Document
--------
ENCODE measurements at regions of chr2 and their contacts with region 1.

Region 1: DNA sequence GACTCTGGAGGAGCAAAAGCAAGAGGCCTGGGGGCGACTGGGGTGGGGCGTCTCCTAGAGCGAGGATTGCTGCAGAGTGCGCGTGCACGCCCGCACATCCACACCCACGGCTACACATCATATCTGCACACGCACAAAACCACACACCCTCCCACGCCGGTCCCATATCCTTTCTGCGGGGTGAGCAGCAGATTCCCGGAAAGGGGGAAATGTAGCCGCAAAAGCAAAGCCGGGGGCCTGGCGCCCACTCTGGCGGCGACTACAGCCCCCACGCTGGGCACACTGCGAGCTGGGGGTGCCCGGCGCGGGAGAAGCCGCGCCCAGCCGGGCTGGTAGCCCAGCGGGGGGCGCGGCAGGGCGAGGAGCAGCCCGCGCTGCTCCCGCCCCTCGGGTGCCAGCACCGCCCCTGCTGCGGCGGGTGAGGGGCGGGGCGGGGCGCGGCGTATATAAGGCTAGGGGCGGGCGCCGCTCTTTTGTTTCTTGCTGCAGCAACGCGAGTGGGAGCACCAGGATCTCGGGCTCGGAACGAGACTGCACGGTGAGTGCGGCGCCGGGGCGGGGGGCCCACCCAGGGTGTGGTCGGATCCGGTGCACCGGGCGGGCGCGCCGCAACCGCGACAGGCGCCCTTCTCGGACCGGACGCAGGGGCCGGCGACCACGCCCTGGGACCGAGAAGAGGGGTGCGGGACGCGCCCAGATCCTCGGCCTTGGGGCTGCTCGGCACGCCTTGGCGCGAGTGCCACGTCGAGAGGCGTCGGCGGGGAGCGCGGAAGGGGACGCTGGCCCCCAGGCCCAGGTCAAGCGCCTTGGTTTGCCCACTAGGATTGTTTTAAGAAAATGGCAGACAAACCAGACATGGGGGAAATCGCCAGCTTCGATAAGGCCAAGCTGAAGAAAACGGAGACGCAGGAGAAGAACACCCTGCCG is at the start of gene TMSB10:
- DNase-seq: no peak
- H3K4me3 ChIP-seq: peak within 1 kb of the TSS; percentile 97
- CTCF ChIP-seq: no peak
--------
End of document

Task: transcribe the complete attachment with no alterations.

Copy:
ENCODE measurements at regions of chr2 and their contacts with region 1.

Region 1: DNA sequence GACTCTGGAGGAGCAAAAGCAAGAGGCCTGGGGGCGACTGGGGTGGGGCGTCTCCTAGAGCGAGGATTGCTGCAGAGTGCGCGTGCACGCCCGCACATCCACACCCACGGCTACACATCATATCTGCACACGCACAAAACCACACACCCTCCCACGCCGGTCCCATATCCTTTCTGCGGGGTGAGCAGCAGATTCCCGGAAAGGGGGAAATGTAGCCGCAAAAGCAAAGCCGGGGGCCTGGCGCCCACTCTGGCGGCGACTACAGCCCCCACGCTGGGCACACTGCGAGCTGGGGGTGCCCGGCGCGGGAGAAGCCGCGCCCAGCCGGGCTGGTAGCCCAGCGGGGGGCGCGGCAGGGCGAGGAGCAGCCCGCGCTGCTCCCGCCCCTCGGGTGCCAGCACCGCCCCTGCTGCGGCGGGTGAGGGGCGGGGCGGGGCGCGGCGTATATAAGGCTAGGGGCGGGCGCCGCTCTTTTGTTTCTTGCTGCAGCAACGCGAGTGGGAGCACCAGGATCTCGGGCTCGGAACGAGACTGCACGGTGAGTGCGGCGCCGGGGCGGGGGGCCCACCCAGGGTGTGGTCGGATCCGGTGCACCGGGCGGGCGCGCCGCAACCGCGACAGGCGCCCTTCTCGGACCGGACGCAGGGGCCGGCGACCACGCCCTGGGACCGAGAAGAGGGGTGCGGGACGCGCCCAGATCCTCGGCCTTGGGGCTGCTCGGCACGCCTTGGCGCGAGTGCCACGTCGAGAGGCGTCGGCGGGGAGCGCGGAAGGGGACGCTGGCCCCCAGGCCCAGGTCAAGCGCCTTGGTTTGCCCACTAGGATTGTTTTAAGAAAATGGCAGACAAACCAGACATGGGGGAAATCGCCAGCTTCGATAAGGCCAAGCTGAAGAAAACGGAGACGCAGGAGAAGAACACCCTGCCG is at the start of gene TMSB10:
- DNase-seq: no peak
- H3K4me3 ChIP-seq: peak within 1 kb of the TSS; percentile 97
- CTCF ChIP-seq: no peak